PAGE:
Hypoglycaemia is the medical term for low blood sugar. Symptoms of hypoglycaemia include dizziness, tremor, shaky hands, feeling hungry, weak or confused, sweating. These signs are your body's way of warning you that your blood sugar level is low.

It is important to recognise these symptoms and get relief for hypoglycaemia quickly, as the hypoglycaemia may worsen.

What should I do if I am experiencing hypoglycaemia?

Always carry some glucose tablets (also known as dextrose tablets) with you. Take 15 g of glucose tablet at the first sign of hypoglycaemia, wait for 15 minutes, and re-check your blood sugar level. If you are not feeling better or if your blood sugar level is still low (less than 4 mmol/L or 70 mg/dL), take another 15 g of glucose tablet.

If you don't have glucose tablets, you may take any of the following:
  • 1/2 cup (120 mL) of juice or regular soda (not diet)
  • 1 tablespoon of sugar, honey, or corn syrup
  • hard candies, jellybeans, or gumdrops (not sugar-free)
Get medical help should symptoms do not improve after the second serving.
What side effects could I experience?
Insulin glargine may cause hypoglycaemia (low blood sugar) which may affect your ability to concentrate and react. If affected, do not drive or take part in any activity in which you need to be alert.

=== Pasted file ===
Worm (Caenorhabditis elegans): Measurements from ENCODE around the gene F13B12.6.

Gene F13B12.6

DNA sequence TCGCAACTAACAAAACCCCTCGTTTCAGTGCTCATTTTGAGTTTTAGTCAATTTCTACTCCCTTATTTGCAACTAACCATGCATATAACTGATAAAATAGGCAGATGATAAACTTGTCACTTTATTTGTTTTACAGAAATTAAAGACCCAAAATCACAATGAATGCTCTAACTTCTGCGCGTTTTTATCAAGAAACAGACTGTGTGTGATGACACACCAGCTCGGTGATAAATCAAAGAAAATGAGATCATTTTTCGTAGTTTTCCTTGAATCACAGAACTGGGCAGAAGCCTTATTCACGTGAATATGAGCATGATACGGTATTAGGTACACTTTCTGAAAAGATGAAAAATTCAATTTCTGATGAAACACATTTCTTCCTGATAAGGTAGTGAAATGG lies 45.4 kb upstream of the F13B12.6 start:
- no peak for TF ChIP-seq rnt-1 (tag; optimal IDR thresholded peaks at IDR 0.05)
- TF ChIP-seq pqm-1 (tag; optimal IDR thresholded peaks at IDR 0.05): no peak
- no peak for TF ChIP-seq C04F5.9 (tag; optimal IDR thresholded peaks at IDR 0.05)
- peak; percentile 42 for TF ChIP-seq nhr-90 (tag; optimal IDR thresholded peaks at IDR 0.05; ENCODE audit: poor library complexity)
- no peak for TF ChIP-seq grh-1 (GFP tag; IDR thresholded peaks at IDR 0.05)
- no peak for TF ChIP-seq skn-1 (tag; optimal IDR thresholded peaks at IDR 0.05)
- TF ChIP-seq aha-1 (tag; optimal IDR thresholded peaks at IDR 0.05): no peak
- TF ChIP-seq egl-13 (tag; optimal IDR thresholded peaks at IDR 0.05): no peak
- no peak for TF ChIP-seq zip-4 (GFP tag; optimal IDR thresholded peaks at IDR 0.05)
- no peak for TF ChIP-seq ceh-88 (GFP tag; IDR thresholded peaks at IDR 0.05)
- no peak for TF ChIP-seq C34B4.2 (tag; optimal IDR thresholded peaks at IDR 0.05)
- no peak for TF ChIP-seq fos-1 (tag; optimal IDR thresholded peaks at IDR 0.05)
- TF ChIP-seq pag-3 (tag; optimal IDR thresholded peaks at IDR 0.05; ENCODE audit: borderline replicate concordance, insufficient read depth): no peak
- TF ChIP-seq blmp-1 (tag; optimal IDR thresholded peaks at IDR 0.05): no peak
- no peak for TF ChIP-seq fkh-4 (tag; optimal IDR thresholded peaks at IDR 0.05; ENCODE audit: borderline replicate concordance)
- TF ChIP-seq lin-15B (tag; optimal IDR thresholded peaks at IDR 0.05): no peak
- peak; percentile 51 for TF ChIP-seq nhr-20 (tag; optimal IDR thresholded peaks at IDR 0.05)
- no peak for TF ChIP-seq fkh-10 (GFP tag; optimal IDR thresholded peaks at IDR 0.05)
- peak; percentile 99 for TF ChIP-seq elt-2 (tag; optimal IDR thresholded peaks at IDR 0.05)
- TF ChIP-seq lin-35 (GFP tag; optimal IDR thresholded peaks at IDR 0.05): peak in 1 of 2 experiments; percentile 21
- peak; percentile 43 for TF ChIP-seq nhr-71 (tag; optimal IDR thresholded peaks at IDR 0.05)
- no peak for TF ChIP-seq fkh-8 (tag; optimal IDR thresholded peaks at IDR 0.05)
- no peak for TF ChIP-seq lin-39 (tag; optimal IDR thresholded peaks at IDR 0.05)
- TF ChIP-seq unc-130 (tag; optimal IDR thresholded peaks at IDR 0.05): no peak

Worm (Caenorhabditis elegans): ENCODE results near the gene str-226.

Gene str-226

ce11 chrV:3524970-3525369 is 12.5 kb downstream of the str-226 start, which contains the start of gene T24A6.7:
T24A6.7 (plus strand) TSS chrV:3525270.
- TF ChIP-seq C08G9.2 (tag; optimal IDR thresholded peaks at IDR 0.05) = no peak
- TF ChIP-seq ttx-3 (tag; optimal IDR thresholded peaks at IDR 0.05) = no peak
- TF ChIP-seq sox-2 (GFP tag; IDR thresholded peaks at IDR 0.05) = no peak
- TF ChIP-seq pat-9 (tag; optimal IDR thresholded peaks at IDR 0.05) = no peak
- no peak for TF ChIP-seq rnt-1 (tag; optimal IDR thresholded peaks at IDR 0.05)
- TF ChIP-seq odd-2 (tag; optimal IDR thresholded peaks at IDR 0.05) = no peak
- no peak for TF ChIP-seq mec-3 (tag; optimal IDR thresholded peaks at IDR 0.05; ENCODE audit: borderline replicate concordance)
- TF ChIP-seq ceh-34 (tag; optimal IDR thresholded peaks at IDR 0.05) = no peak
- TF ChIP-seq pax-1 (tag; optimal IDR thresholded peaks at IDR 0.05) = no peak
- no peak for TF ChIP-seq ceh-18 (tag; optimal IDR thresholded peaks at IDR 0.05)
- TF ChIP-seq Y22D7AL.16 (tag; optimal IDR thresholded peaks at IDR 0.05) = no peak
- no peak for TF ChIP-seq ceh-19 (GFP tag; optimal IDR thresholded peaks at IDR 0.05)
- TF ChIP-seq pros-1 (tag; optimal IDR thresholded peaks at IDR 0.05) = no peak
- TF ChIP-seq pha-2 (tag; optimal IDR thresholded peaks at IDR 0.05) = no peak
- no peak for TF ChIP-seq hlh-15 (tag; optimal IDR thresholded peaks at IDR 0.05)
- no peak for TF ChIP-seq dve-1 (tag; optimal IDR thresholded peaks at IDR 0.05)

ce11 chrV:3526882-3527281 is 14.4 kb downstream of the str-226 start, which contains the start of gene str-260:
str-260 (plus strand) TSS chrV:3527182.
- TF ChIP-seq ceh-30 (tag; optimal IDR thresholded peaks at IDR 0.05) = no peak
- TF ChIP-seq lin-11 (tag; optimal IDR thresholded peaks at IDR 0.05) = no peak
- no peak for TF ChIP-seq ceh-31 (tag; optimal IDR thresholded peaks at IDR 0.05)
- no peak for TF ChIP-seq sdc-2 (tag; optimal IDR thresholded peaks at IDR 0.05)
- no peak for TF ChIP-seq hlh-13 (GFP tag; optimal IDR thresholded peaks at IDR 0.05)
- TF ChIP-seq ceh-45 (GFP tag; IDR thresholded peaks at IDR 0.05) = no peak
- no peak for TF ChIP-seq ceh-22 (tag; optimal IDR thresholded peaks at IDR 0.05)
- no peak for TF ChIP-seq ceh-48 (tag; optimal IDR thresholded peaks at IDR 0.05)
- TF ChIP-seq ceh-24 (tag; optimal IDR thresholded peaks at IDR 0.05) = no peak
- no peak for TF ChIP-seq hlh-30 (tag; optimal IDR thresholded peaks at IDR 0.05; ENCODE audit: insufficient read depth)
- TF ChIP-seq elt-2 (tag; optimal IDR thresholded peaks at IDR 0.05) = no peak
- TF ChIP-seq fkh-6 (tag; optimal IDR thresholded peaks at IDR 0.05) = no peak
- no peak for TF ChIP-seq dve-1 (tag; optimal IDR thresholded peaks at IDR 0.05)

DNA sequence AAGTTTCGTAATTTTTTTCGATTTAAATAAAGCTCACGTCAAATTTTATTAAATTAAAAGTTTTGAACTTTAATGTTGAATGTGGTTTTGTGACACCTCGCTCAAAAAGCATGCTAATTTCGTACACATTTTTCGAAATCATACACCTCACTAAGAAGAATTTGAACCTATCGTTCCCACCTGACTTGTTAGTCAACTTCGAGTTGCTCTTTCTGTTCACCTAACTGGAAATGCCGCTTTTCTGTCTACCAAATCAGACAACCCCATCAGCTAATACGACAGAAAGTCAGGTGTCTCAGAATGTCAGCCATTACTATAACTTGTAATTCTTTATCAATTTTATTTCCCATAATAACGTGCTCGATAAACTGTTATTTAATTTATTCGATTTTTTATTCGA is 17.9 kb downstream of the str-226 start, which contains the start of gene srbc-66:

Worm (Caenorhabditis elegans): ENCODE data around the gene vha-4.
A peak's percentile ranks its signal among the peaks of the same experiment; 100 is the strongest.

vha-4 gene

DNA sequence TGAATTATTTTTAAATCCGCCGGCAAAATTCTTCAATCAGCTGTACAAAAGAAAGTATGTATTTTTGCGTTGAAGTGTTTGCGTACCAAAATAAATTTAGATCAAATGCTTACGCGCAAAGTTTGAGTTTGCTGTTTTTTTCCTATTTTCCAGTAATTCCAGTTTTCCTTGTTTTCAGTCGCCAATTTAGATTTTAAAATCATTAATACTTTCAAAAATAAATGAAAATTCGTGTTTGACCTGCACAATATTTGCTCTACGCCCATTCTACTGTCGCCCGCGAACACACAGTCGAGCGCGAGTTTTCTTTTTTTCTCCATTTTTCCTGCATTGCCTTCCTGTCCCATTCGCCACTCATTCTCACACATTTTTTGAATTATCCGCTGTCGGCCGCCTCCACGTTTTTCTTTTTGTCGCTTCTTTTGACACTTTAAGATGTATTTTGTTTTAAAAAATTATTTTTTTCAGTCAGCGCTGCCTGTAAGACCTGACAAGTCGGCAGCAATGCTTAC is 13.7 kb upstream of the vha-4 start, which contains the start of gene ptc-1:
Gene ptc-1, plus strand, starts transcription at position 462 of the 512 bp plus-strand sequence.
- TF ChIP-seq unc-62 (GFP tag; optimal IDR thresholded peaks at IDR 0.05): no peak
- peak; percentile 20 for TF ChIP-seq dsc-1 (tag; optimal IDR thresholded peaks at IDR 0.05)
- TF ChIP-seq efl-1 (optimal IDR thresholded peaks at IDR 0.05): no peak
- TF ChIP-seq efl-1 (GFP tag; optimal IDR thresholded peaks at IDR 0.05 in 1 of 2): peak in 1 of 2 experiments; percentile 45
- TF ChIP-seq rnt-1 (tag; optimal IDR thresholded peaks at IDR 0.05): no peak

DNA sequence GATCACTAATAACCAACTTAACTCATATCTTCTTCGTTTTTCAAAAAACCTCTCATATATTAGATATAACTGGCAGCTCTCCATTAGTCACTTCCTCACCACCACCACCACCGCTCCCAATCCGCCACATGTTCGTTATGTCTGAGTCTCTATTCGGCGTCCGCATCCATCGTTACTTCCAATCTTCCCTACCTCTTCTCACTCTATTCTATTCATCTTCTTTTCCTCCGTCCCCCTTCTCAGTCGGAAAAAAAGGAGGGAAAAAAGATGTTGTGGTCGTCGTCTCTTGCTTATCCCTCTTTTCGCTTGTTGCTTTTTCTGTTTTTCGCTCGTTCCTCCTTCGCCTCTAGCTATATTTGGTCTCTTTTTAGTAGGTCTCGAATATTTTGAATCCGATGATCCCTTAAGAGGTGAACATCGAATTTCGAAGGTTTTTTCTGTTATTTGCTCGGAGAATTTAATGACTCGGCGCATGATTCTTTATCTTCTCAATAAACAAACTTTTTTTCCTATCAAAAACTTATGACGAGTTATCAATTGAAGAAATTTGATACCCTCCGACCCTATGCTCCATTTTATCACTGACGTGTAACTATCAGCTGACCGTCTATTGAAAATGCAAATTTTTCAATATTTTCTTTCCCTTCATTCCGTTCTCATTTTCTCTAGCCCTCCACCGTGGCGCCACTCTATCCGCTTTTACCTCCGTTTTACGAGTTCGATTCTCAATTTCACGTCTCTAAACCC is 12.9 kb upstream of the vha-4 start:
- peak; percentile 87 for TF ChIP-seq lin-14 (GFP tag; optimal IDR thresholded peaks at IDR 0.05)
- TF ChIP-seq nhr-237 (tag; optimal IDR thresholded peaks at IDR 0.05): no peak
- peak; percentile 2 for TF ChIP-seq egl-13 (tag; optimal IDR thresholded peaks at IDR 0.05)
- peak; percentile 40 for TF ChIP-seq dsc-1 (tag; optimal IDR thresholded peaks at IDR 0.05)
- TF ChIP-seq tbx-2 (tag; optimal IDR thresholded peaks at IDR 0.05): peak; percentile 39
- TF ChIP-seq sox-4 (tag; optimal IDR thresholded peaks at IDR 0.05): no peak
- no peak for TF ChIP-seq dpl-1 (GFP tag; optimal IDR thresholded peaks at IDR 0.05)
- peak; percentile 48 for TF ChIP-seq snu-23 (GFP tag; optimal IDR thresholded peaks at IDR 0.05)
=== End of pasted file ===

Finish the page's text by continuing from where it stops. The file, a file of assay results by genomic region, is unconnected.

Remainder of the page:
You may also experience thickening and sinking of the skin around the injection area. This can usually be minimised by rotating the injection site.

Other side effects may include any of the following: headache, runny or stuffy nose, sneezing, sore throat, cough, joint pain, back pain, pain in the arms or legs, diarrhoea, itching, rash, pain, redness, and swelling at the injection site.

If you develop rashes, breathlessness, swollen mouth or eyes, stop using Insulin glargine and alert your doctor immediately. These could be signs of an allergic reaction.

Inform your doctor if any of these side effects do not go away or are severe, or if you experience other side effects.
Can I use this with other medicines?
Inform your doctor and pharmacist if you are taking or using any of these medicines:
  • other medicines for diabetes e.g. pramlintide, pioglitazone
  • medicines for high blood pressure e.g. metoprolol, guanethidine, reserpine
  • water pills or medicines for water retention
  • certain antibiotics e.g. sulfamethoxazole
  • medicines for depression e.g. fluoxetine
  • medicines for mood disorders e.g. clozapine, olanzapine, lithium
  • cholesterol-lowering medicines e.g. ciprofibrate
  • medicines for asthma e.g. salbutamol, terbutaline